What do you need to have a successful transit system? Dense city centers, mixed land use with retail and residential, and attractive and easy to navigate layouts. These principles were proposed in 1997 by researchers Cervero and Kockelman as Density, Diversity, and Design. What do you do, however, when 2:3 of the most important elements of a successful transit system not only help people get around but also viruses and other transmissible diseases? In today's post, we will explore how adding an element of infection prevention into the design principle can help transit systems, and their riders, remain healthy.

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Hygieia: Protector of the Infection Preventionist

by Erica Mitchell | March 30 2022

If those of us involved in the world of infection control and prevention lived in Ancient Greece, we would have surely found a home in the followers of Hygieia, the mythical goddess of cleanliness and sanitation and the origin of the word hygiene. While her sisters were worrying about healing, recuperation, and remedy, Hygieia was working to prevent illness by cleaning and advocating sanitary practices. (Sound familiar?) In today's post, the last in our series recognizing Women's History Month, we'll take a look at this figure, what she represented, and what she can teach us about the origins of the field of infection prevention.

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Wastewater Sampling and Infection Control

by Erica Mitchell | March 27 2022

Wastewater and infection have a long and sordid history. Ever since humans began living in close, permanent quarters, we have had to deal with the issue of removing human waste and dirty water. We dumped waste into rivers, and when that wasn't sufficient, we invented plumbing and sewer systems. The discovery of the role pathogens play in the spread of disease led to even better sequestration of contaminated waste, which led to better community health overall. Today, we will look at the role this wastewater plays not in disease transmission, but rather, in disease surveillance and eradication.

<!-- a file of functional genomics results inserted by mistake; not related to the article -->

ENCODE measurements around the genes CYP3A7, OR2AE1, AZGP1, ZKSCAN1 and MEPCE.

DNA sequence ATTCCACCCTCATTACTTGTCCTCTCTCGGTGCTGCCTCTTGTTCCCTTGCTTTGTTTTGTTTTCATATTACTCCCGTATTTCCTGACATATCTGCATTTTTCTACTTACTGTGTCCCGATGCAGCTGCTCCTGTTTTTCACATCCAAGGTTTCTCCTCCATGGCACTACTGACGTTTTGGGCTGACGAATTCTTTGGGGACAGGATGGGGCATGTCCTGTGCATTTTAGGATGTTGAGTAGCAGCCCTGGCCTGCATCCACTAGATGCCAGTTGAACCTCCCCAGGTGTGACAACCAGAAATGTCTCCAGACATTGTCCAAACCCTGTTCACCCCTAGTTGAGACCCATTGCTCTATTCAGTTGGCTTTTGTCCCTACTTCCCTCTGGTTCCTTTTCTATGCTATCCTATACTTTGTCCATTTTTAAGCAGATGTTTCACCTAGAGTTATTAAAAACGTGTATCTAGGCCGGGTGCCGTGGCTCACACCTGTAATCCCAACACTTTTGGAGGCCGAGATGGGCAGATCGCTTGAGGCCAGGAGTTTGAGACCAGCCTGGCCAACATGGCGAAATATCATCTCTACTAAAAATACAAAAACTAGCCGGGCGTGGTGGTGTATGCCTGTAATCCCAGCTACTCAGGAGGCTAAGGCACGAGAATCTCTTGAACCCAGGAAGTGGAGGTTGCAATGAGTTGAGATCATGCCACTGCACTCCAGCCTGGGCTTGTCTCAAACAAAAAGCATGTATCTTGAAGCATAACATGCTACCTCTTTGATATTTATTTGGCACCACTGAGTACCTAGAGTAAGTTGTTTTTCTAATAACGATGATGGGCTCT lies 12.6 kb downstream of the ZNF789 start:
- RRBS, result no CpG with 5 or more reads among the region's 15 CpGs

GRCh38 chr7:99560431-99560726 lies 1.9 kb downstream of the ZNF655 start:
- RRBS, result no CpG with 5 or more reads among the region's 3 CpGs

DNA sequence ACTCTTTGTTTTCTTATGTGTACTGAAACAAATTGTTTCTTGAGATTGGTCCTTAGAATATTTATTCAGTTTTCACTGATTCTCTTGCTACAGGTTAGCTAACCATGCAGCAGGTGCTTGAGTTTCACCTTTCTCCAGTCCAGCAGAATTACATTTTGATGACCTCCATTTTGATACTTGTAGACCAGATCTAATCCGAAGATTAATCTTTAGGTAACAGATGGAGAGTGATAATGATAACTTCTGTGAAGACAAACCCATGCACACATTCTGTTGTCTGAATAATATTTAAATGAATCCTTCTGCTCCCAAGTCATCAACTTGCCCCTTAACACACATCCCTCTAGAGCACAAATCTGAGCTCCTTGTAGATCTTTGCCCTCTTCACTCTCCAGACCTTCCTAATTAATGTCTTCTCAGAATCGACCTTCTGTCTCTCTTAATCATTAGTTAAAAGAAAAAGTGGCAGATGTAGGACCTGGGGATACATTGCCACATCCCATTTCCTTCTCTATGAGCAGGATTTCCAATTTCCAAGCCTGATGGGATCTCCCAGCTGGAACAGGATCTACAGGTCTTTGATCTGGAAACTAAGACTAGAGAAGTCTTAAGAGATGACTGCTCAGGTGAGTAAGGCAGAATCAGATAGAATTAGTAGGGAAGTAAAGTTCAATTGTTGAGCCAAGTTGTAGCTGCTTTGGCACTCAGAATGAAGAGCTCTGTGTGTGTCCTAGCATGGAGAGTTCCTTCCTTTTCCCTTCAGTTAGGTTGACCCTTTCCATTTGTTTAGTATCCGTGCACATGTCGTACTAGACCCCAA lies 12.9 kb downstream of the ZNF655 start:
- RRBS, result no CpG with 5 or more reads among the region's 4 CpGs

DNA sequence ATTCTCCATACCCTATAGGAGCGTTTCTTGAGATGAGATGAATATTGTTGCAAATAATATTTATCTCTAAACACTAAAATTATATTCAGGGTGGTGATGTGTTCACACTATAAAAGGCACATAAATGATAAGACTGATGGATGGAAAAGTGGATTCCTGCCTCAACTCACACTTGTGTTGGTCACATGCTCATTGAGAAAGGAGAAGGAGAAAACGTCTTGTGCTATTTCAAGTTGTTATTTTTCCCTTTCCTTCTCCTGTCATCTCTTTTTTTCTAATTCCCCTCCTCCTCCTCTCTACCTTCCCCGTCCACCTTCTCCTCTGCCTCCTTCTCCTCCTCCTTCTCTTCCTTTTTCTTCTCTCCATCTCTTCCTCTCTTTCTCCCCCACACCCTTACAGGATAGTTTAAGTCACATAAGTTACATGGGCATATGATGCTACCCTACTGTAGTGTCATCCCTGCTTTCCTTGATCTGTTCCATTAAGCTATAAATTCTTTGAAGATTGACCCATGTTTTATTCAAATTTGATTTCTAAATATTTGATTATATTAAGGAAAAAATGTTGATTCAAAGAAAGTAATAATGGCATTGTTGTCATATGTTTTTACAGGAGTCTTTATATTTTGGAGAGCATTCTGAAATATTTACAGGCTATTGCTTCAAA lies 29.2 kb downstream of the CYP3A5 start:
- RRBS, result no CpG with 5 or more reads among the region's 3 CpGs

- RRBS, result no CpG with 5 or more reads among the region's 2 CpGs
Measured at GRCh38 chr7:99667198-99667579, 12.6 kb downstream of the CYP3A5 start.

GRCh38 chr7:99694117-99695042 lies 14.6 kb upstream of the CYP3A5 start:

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Microbiology's ACE: Alice Catherine Evans

by Erica Mitchell | March 23 2022

In today's post, we take a look back into the history of microbiology in our continued celebration of Women's History Month. The field of bacteriology started to pick up steam at the beginning of the 1900s, well before the time when women started receiving the same educational opportunities as their male peers. Nonetheless, one of the leaders of the field was Alice Catherine Evans, a researcher who overcame professional and cultural bias while making breakthrough discoveries that saved countless lives.

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Infection Control and Biophillic Design: Can Both Be Achieved?

by Erica Mitchell | March 19 2022

Anyone familiar with hospitals knows that design impacts operations. How people - both healthcare workers and patients - move through the space affects how well they can do their jobs, how quickly patients can receive treatments, and how visitors can know where to go. More specifically, there are two areas of hospital design that can impact patient outcomes. Spaces can be designed to reduce exposure to dangerous pathogens which could lead to hospital associated infections (HAIs) and spaces can be designed to bring nature inside in order to help the healing process. Both design goals are important, trending issues in design. But can a designer meet the needs of both infection control and biophillic design at the same time?